One of Italy's two national sports newspapers has a daily circulation of more than a million. Both of them routinely process huge quantities of stories and pictures with skilled elan in the shadow of late-night deadlines that would dumbfound most American newspapers.
Foreign correspondents dragooned into writing about the Cup were scarcely more at sea than Cup sportswriters writing about the world. One eminent European soccer columnist managed in consecutive paragraphs to put Colombia in Central America and Costa Rica on an island. But he did correctly pick most of the second-round winners.
In Italy, the arcane expertise of the world's soccer soothsayers could hardly have been more appropriate. To say that Italy is soccer crazy is like observing that the Pope is still Catholic: 95% of all Italian television sets were tuned to Italy's heartbreak semi-final loss.
On the tournament eve, Cup-hungry newspapers warned that Italy seemed on the verge of a logistics collapse. When the curtain went up, though, seamless organization proved more durable than national dreams of a Cup championship.
In addition to its run-of-the-mill lovely weather and marvelous food, Italy mobilized perks for journalists ranging from freebies and discounts to the use of information-laden computer terminals and next-century telecommunications. The Cup had five times as many viewers as there are people on the globe, all of their sets fed simultaneously from a specially-built television center that may be the planet's most modern.
At all game cities, sportswriters found new, cool, spacious, round-the-clock press centers built for the Cup and staffed not only by their own myriad communications technicians, but also battalions of beautiful, polyglot Italian hostesses who served as interpreters and information specialists. Each press center, linked to Rome by a sophisticated computer network, boasted its own doctors, firemen, bankers, travel agents, free newspapers, coffee bars and plainclothes security force.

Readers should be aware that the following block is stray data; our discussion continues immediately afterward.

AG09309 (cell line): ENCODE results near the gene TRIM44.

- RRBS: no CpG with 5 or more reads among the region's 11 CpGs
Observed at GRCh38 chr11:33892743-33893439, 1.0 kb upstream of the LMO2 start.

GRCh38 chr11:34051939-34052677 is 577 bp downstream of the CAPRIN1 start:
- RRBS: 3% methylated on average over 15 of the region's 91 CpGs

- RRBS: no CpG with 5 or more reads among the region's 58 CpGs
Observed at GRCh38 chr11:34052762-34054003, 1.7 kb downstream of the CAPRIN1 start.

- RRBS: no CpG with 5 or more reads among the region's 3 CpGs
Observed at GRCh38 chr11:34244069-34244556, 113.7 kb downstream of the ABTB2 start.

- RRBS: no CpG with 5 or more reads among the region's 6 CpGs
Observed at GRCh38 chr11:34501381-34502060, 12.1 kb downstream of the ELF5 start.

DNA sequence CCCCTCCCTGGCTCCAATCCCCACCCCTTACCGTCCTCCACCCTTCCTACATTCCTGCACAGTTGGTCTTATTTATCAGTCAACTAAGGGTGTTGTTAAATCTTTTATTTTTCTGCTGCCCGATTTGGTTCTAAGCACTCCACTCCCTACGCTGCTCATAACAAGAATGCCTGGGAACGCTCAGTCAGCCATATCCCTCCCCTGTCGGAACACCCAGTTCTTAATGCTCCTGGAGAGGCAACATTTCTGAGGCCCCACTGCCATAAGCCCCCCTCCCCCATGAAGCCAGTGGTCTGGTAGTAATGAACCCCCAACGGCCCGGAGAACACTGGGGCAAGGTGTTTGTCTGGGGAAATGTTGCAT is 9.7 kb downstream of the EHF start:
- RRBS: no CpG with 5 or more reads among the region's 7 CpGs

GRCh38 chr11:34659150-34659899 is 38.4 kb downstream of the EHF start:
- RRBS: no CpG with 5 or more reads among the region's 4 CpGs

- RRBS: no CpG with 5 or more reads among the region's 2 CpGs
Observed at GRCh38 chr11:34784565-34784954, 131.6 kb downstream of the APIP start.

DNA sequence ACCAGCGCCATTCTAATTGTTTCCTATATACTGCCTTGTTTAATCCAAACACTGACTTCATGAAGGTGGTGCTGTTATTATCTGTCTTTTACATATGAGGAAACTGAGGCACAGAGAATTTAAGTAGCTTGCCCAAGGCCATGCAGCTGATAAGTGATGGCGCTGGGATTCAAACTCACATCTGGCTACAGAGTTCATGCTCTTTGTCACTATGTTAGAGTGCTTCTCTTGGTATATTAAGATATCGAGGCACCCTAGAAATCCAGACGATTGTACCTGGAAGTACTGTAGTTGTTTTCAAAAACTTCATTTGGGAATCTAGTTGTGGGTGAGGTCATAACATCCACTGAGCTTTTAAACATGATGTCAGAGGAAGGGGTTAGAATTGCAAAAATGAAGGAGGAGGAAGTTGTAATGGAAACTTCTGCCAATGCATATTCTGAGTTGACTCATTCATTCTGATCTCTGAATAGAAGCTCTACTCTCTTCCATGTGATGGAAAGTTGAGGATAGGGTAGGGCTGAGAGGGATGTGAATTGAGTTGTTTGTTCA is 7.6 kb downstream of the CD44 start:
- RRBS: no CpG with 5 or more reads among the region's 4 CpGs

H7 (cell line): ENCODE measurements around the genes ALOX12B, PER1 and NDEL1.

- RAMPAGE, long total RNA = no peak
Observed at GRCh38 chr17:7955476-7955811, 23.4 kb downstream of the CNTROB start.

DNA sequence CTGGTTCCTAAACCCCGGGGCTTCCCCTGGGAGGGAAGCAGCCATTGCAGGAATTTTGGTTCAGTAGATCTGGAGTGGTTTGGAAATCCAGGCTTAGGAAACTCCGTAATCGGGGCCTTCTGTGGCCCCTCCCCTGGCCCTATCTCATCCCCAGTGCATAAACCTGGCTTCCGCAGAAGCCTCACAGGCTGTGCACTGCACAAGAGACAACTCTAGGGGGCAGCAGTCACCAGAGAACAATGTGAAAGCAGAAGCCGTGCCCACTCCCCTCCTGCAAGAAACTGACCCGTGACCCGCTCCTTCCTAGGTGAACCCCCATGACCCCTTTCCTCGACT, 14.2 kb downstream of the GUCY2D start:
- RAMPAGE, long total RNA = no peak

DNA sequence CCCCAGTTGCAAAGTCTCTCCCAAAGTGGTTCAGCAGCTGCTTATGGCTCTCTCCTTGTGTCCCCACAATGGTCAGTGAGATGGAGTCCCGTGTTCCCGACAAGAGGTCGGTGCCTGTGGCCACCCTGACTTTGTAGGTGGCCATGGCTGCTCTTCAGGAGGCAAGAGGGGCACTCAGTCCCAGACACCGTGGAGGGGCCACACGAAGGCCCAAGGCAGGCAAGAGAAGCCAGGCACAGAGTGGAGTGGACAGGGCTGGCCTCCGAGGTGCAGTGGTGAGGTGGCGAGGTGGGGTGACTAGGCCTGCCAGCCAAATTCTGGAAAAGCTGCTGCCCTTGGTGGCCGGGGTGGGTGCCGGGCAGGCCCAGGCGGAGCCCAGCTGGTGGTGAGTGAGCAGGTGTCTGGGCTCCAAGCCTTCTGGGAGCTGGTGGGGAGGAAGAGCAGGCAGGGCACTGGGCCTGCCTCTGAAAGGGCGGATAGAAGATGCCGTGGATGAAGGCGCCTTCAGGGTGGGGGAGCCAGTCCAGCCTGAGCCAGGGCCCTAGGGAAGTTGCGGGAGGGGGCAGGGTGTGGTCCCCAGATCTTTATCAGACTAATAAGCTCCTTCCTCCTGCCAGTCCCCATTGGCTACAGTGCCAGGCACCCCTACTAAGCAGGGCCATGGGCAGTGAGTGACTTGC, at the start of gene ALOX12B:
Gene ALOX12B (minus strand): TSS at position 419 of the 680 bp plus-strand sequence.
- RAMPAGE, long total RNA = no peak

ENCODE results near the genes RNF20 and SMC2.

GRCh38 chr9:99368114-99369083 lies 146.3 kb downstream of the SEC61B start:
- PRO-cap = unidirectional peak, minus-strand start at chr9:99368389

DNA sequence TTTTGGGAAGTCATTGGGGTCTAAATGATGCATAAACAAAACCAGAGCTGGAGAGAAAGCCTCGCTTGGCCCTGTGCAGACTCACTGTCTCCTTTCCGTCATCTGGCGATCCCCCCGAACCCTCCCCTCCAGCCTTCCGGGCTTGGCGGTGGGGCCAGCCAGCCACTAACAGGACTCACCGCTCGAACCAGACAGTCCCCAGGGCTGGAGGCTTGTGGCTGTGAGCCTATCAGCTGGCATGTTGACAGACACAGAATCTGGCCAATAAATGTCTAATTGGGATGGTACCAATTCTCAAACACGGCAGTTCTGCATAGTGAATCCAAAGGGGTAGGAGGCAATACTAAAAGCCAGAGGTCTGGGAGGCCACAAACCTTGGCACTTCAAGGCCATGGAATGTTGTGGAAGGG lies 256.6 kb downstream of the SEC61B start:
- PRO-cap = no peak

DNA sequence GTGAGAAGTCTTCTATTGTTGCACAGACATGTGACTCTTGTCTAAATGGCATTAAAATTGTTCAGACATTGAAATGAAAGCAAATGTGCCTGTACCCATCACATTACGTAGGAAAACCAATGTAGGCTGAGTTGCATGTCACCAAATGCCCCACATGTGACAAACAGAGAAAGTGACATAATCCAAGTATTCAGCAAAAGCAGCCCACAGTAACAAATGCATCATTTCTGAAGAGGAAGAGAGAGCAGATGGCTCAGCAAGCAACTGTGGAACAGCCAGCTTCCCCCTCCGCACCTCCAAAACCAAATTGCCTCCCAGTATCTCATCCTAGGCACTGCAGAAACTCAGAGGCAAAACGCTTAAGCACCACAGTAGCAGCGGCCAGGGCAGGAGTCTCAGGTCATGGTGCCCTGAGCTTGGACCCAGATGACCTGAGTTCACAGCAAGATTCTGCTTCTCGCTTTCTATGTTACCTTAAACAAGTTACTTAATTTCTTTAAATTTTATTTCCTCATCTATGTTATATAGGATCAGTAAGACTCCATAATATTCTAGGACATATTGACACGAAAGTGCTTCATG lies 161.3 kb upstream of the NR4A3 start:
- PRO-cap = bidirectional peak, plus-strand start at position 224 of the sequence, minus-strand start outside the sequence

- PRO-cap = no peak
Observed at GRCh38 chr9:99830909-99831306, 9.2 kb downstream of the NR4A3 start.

Here in Rome, there was even a restaurant, and a boutique selling Cup souvenirs. Sportswriters who felt cramped on free press buses could cheaply rent motorbikes. An obliging sportswear company stood by with trunks and towels to lend to sportswriters with time to lounge by the sparkling pool that was a venue of the 1960 Olympics.
Stadium facilities were equally impressive. Every sportswriter got his own desk with a television monitor to share with his neighbor for the replays. Computers assigned the press box seats, and in the international babel, inevitably made strange bedfellows. At one game, an American soccer neophyte, terrorized at the prospect of having to expound on a 0-0 draw, found himself sandwiched between a German from Hamburg who said he was a sportswriter but couldn't keep track of the time, the play or the (lack of) score, and an Egyptian who said he spoke both English and Italian but knew neither.
For venturesome sportswriters, those Italian cities where England played offered games of a different sort. The British Embassy gave daily hooligan press briefings on the maraudings of English zealots who had sallied south for the Cup--that day's count of injured, arrested, deported.
One snooty English financial paper deplored tabloid colleagues who, in beer-bellied truculence, resembled the hooligans they had come to cover. "I watched in horror today as English fans charged Italian police . . . ," one tabloid reporter wrote, describing a footnote encounter between police and English hooligans in Sardinia. "World War," read the page-one headline of another London tabloid recording the skirmish.
In and out of the stadiums, Italia 90 was great world fun. So much so, that as the sportswriting legions head home, it must be with some premonition that they have already savored the good old days. Given the consuming disinterest of Americans for the sport, U.S.A. 94 may turn out to be a world happening that soccer's assiduous chroniclers celebrate to the sound of one hand clapping.